July 2022 Bulletin

STL Open Yards, Results Update, Participant Spotlight, Bee Photography & iNat Tips

THIS Weekend: STL Open Yards

This weekend July 8-10, 30 different native gardens are open for public view. STL Open Yards is a fantastic way to get inspiration and chat with the garden owners about how they transformed their yards. Registration and small fee ($5 per garden) are required, but it will be worth it. The line-up is incredible, including Shutterbee participants Lisa and Don Knobbe, Christy and Randy Moore, Don Richardson, Jan Ward, Joan Ziskind, Susie Van de Riet and Dan Brassil!

New on our Website: A Results Section!

Shutterbee participants, check out the new section of the Login page with updates on our research results to date. Learned more about how bee behavior changes with urbanization in St. Louis. Cheyenne Davis (with Robin Goodfellow) and Josh Felton are currently preparing their presentations for the Botanical Society of America Meeting at the end of this month. Once those are complete, we will share them with you as well!

Participant Spotlight: Lisa Brunette

Shutterbee participant, Lisa Brunette, has been with our program since we started in 2020. She shared her thoughts on her Shutterbee experience last fall (read more here) and has been a champion for native gardening for years. Recently, her Bring Conservation Home platinum-certified garden was featured in the national newsletter for Wild Ones! You can download the article here or check it out on her webpage. She provides lot of additional insights and resources on her website. We enjoy reading her updates, and we hope you do, too!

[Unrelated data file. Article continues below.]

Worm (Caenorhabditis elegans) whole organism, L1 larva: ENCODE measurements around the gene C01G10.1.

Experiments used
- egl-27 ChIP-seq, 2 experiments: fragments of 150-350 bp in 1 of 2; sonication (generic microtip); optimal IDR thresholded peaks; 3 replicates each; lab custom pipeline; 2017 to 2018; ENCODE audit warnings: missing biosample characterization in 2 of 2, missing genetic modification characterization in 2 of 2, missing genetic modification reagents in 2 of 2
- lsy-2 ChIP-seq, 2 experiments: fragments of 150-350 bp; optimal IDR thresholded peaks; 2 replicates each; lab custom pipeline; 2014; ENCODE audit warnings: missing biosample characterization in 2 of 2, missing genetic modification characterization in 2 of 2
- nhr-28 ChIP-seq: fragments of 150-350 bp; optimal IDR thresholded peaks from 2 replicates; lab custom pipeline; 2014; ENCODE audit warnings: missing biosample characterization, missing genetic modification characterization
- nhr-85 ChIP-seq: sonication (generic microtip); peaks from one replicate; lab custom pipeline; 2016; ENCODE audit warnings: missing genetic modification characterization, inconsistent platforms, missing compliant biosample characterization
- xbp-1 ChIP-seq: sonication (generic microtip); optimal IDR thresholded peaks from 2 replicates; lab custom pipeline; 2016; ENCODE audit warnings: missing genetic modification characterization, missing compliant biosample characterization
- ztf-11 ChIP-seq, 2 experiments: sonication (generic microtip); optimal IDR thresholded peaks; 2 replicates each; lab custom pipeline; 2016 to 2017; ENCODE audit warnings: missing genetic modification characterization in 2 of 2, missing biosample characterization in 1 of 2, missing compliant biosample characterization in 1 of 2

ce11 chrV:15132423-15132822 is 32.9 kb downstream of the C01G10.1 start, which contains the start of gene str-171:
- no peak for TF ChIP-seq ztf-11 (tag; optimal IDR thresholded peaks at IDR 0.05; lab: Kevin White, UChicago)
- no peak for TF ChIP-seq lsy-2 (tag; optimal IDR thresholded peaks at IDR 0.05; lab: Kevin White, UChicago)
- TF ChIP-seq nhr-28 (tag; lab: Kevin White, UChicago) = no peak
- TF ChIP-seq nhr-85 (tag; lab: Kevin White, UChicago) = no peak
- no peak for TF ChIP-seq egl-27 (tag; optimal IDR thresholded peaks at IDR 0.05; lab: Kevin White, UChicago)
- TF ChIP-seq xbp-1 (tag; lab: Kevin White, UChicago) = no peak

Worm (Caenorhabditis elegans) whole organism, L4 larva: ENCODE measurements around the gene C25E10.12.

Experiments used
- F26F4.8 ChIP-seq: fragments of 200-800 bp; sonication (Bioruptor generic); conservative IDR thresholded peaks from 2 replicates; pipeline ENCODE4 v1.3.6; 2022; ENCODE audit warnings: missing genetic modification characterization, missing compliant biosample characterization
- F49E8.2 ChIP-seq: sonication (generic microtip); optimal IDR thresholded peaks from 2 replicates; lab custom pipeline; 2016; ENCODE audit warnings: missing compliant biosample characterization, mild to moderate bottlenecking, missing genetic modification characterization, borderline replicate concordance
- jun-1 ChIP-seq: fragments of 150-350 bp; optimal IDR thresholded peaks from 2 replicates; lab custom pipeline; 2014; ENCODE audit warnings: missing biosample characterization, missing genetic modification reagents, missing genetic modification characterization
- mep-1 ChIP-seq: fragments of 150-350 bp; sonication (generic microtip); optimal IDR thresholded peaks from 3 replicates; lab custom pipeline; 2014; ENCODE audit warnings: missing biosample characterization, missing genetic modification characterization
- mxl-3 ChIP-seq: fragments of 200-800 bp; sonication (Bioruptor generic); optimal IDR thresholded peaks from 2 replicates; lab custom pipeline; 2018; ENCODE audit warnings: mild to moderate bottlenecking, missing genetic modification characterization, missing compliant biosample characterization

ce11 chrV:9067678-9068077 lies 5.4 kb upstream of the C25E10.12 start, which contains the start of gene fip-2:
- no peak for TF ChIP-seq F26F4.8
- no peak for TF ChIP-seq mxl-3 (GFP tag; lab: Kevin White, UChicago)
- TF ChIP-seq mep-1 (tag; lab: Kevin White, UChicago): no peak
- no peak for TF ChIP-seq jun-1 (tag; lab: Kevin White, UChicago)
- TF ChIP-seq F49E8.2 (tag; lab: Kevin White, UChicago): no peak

A furrow bee (Halictus ligatus) photographed by Lisa Brunette during a photo survey.

Check out this presentation by Heather Holm through the Ohio State University. She has lots of great tips for photographing bees as they fly. She also discusses many of the ways she and others are using iNaturalist.

News You Can Use

This is going to be a new item that will be included in every newsletter. It will feature a tip, an event happening in the community, or something else that you can use to further your learning if you want. If you come up with an ingenious methodology, big or small, or hear of a cool talk happening, let us know! For our inaugural post we present…(drumroll please)….


Heather Holm shares her tips for photographing bees on the move


Many bees do not have common names, so it is good to get familiar with their scientific names. One of the best ways to do this, is on iNaturalist have the scientific name on top, followed by the common name.
1. Log into iNaturalist on the browser on your computer (this setting cannot be changed on your phone app)
2. Mouse over your profile picture at the top right and then click on Account Settings
3. On the left, click Content and Displays
4. In the right hand column under the ‘Name’ heading change the setting to Scientific Name (Common Name)

There may be a bit of a learning curve as you get used to seeing the scientific names but hopefully in the long run they are a bit more intuitive. And remember, all scientific names are essentially made up Latin. Therefore, pronounce it however you see fit!

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